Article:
Relief is in sight – and it won't involve a lawsuit – for the four counties in Colorado that have the the highest Obamacare health insurance premiums in the country.
Local officials in the ski resort region in the mountains west of Denver had threatened to sue over the high rates. But on Friday, Colorado Insurance Commissioner Marguerite Salazar said she wants to redraw those boundaries, making the resort counties part of a much larger 22-county pool.
The Affordable Care Act sets a lot of limits on what insurers can do. They can't charge sick people more, for instance. But one thing that still counts is location, location, location. Premiums can be higher or lower based on how much doctors and hospitals cost in a specific area. And states get to draw those geographic boundaries. When Colorado lumped the four resort counties together, it created the most expensive market in the U.S., almost by accident.
"It is about fairness," Salazar said, explaining the new boundary. "When we put (the resort counties) together, we didn't know what the difference and disparity was going to be. We found out pretty quick"
That's a switch from what Salazar said in December, when she argued that it wouldn't be fair for some of the state's poorest counties to subsidize its richest by lumping them together in the same risk pool.
Resort county commissioners like Dan Gibbs welcomed Salazar's proposal. "The status quo was killing our middle class," he said.
But if redrawing the rating map has the effect Salazar predicts, resort county residents will still have some of the highest ACA premiums in the country.
The current premium for a 40-year-old nonsmoker in the resort counties is $483 a month. Salazar says her best guess is that rates would drop 4- 8 percent in those counties, bringing the premium down to between $444 and $464 a month.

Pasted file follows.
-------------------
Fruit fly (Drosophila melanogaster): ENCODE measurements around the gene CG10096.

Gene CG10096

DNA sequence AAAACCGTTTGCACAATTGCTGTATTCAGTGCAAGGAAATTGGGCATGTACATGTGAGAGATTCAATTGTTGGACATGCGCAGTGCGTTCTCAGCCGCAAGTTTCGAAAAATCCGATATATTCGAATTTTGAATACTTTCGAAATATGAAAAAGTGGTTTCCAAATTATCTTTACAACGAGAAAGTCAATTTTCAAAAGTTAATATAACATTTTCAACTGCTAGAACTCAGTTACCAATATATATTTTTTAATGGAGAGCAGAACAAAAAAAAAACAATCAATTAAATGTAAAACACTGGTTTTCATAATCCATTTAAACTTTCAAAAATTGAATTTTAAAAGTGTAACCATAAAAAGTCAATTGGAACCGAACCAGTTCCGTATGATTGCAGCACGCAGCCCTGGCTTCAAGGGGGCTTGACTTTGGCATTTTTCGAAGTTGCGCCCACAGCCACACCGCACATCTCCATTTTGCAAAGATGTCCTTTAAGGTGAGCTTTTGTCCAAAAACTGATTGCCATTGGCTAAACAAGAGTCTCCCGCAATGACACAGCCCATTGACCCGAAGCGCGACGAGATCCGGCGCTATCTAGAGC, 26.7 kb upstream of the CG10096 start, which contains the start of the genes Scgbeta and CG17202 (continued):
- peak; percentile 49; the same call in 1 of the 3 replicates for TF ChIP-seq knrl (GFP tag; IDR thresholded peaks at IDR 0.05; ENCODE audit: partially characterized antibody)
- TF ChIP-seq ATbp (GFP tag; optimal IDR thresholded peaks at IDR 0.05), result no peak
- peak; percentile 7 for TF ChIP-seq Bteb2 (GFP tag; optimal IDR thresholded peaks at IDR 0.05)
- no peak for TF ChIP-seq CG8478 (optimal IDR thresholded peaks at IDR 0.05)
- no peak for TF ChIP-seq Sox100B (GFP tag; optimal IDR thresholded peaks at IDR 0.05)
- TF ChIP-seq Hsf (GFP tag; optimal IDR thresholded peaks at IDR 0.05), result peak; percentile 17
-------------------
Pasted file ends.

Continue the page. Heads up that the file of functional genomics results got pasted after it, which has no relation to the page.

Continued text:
Rates would go up in the non-resort counties. Salazar says prices could rise 4-6 percent, which would drive the cost of a comparable plan up from $349 a month to about $366.
The new scrutiny of premiums and what drives the costs has some county officials meeting with local hospitals to at least study costs and look for strategies to bring them down.
Resort county hospitals have long worked with local elected officials and businesses to bring health care costs down, says Steven Summer, president of the Colorado Hospital Association. "That's ramped up as a result of the transparency" around new premiums, he says.
Summer also says labor and supplies are significantly more expensive in resort areas. "There's a higher cost in maintaining the surge capacity they need (to care for tourists) seasonally," Summer says. Hospitals have to stay open and pay staff year-round, even though there's little demand much of the year. "You can't just flip a button and be ready," he says.
Talk about rates for next year is pure speculation until June 6, when insurers have to submit proposed premiums for 2015.
So far there's been no backlash from people in counties whose premiums are likely to rise. Commissioner Salazar is taking public comment until Wednesday, and plans to issue a decision Friday.
Beyond next year's rates, another announcement Friday will surely influence health care prices in Colorado's resort area. Kaiser Permanente, the state's dominant health insurance company said it will enter the western Colorado market in 2016. Kaiser hasn't said which towns it will serve or to which facilities it will send members for care, but increased competition could drive prices down.
This story is part of a reporting partnership between NPR and Kaiser Health News.